Like most people, my teacher taught me the golden rule on the first day of kindergarten. “Treat others as you want to be treated” — a statement that has become so commonplace that it typically accompanies a sarcastic tone. Yet, as a DJ in a particularly wealthy area, a number of my clients have bossed my staff and me around, considering us a puppet to their every command. Every time I deal with clients with this mindset, I wonder if they have taught their own children the importance of the golden rule. I think that many of them applaud the golden rule in theory but do not practice it as a part of their everyday life.
As a business school student, one of the first things I was taught was how to work with customers and suppliers. Initially, I learned to always look out for the customers’ best interest, remember their wants, to listen when they speak, incorporate their demands into my business strategy, and treat them like royalty. Yet, as I shifted toward learning supplier “management” the courses tended to applaud companies who gain master-like control over their suppliers’ operations. Furthermore, I’ve been taught that motivating one’s own employees is important to increase productivity and reliability; yet, I never hear that these people deserve to be treated well simply because they are people too; the employee becomes a commodity. This mindset ignores that everyone has past experiences, present emotions, and future aspirations — regardless of their place on the supply chain.
Though cliché, I believe that everyone deserves the same level of respect and dignity that I would expect returned to me. I try to remember that we are all part of a larger community, and even my small actions can have a large effect on someone else’s life. I think it is important to get to know the night-time janitor, to reassuringly smile at a waitress who drops the dishes, and to leave the mailman a Christmas card. Though these actions may not directly affect bottom-line economic profits, each of them makes a fellow human being’s day a little brighter. And this is the profit that truly matters. If for nothing else, showing a child that their parents also obey the golden rule will convince future generations that this truly is a beneficial standard, and not something to mention sarcastically.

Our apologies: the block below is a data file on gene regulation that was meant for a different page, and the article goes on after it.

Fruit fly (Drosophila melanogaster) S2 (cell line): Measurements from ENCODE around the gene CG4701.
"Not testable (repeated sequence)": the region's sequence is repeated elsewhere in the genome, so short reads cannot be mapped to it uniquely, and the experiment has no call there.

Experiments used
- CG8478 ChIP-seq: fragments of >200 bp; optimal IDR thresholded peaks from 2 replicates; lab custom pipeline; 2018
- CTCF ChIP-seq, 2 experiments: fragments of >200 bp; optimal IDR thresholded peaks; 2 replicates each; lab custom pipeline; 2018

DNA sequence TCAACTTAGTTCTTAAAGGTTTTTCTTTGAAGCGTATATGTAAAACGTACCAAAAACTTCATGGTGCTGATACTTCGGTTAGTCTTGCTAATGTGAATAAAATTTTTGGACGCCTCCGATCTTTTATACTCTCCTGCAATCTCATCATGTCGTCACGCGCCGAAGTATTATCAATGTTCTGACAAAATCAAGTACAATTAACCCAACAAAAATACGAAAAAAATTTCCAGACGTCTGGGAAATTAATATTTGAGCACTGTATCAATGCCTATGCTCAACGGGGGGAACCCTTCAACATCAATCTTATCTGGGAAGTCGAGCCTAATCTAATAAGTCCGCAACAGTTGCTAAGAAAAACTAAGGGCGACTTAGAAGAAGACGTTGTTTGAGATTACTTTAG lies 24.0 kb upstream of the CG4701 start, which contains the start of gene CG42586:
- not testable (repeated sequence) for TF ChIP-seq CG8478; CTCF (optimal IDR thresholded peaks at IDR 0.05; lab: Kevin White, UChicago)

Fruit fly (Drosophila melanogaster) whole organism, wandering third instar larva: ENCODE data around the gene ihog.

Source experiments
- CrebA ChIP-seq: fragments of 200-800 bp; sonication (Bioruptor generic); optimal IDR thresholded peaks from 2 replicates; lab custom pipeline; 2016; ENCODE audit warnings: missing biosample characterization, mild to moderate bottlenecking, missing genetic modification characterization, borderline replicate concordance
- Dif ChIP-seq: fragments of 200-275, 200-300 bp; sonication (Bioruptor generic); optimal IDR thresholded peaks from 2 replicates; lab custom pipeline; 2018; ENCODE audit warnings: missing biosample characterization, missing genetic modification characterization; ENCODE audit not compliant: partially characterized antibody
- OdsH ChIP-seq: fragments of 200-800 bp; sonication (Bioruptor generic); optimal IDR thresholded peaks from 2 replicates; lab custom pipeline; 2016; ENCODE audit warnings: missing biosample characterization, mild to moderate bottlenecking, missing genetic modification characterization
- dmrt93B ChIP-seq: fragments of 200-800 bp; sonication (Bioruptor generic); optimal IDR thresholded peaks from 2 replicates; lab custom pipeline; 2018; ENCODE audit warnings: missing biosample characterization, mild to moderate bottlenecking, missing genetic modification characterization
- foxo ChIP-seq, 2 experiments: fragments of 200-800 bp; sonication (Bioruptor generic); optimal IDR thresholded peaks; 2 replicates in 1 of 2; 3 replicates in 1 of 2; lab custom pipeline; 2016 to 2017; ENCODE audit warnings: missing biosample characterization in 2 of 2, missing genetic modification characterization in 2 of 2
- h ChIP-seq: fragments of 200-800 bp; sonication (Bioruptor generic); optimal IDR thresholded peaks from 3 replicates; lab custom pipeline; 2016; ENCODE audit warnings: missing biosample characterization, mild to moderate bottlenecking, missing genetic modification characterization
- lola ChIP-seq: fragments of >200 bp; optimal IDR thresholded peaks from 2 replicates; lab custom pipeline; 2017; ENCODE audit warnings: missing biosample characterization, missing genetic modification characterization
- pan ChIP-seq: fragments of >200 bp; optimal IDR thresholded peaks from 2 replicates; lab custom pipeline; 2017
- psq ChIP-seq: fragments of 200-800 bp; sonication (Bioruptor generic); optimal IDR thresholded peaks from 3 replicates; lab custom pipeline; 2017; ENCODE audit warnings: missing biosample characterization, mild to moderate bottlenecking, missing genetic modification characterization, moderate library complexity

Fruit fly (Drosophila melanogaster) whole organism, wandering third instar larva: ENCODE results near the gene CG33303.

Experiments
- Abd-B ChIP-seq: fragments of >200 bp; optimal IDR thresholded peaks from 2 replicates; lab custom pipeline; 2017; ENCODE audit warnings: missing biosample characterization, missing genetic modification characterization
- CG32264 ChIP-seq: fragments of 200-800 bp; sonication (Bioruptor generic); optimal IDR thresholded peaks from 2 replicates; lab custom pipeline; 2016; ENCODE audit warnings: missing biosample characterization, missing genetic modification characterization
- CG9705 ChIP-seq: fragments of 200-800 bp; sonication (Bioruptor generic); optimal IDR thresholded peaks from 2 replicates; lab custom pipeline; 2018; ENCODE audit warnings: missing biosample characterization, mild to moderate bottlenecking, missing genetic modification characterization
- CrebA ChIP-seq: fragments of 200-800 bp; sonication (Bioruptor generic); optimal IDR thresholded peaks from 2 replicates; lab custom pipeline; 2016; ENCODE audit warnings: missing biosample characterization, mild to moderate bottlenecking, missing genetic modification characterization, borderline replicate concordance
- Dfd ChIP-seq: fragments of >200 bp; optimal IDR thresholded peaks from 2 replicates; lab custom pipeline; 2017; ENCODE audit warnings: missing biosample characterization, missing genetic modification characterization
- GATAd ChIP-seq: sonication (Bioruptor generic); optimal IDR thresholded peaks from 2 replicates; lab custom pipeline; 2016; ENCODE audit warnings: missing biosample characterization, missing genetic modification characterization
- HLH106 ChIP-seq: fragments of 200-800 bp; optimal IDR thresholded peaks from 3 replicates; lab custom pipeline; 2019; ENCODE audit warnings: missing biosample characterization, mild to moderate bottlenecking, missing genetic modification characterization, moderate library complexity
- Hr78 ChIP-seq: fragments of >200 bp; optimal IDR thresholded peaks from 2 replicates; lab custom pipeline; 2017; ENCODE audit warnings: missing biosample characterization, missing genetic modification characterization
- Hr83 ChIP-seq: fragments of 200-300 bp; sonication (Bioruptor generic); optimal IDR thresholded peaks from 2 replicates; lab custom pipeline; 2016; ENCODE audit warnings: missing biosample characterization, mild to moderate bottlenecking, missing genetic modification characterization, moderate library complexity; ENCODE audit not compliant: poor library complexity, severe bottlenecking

I think it is important to see the golden rule as more than a theoretical kindergarten lesson to be forgotten in everyday adult life. Given how little effort it takes compared to the benefits it can confer, this rule should act as a guide for every action and decision. I believe that it is so important to follow the golden rule that, perhaps, its name should be upgraded to platinum status. Maybe this would serve to remind the world that everyone is just an individual part of a much larger global community, composed of people with similar thoughts, feelings, and aspirations.
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